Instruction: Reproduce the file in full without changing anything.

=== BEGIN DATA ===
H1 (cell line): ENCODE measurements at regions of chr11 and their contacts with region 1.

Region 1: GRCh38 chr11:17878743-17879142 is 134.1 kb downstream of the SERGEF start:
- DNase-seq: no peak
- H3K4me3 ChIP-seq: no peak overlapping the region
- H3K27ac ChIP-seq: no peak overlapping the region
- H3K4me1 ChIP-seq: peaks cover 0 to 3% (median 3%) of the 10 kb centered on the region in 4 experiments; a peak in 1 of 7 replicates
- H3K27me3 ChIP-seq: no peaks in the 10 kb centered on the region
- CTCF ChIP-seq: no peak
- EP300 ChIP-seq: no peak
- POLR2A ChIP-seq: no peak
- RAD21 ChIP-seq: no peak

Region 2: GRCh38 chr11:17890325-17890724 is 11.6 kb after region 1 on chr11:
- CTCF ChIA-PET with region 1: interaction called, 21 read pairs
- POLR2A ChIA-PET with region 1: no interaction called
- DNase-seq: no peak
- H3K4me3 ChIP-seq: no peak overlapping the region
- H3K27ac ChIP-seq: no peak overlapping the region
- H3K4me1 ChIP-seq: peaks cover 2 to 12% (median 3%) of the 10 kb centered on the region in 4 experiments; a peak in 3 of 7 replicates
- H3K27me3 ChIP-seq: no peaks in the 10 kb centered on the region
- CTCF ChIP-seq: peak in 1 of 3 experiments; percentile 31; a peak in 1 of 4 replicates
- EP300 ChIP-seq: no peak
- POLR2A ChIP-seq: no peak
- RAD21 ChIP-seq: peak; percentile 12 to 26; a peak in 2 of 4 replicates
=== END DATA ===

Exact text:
H1 (cell line): ENCODE measurements at regions of chr11 and their contacts with region 1.

Region 1: GRCh38 chr11:17878743-17879142 is 134.1 kb downstream of the SERGEF start:
- DNase-seq: no peak
- H3K4me3 ChIP-seq: no peak overlapping the region
- H3K27ac ChIP-seq: no peak overlapping the region
- H3K4me1 ChIP-seq: peaks cover 0 to 3% (median 3%) of the 10 kb centered on the region in 4 experiments; a peak in 1 of 7 replicates
- H3K27me3 ChIP-seq: no peaks in the 10 kb centered on the region
- CTCF ChIP-seq: no peak
- EP300 ChIP-seq: no peak
- POLR2A ChIP-seq: no peak
- RAD21 ChIP-seq: no peak

Region 2: GRCh38 chr11:17890325-17890724 is 11.6 kb after region 1 on chr11:
- CTCF ChIA-PET with region 1: interaction called, 21 read pairs
- POLR2A ChIA-PET with region 1: no interaction called
- DNase-seq: no peak
- H3K4me3 ChIP-seq: no peak overlapping the region
- H3K27ac ChIP-seq: no peak overlapping the region
- H3K4me1 ChIP-seq: peaks cover 2 to 12% (median 3%) of the 10 kb centered on the region in 4 experiments; a peak in 3 of 7 replicates
- H3K27me3 ChIP-seq: no peaks in the 10 kb centered on the region
- CTCF ChIP-seq: peak in 1 of 3 experiments; percentile 31; a peak in 1 of 4 replicates
- EP300 ChIP-seq: no peak
- POLR2A ChIP-seq: no peak
- RAD21 ChIP-seq: peak; percentile 12 to 26; a peak in 2 of 4 replicates